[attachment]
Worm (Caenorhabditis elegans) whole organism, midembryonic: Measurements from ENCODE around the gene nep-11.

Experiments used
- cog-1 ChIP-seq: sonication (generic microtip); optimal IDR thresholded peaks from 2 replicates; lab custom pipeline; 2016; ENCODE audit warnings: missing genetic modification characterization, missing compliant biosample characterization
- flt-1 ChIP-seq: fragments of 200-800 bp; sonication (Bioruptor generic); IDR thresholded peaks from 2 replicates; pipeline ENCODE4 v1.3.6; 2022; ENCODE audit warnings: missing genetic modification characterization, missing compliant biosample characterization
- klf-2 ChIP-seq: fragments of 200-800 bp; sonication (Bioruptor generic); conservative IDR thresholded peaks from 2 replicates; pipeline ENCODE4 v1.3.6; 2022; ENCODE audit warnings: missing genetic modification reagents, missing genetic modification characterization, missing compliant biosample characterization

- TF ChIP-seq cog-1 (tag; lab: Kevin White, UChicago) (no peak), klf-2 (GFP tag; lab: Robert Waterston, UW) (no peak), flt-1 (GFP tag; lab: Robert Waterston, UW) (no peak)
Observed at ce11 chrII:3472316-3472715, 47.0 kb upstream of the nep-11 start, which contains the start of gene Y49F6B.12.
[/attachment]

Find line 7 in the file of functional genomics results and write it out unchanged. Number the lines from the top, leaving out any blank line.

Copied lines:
Observed at ce11 chrII:3472316-3472715, 47.0 kb upstream of the nep-11 start, which contains the start of gene Y49F6B.12.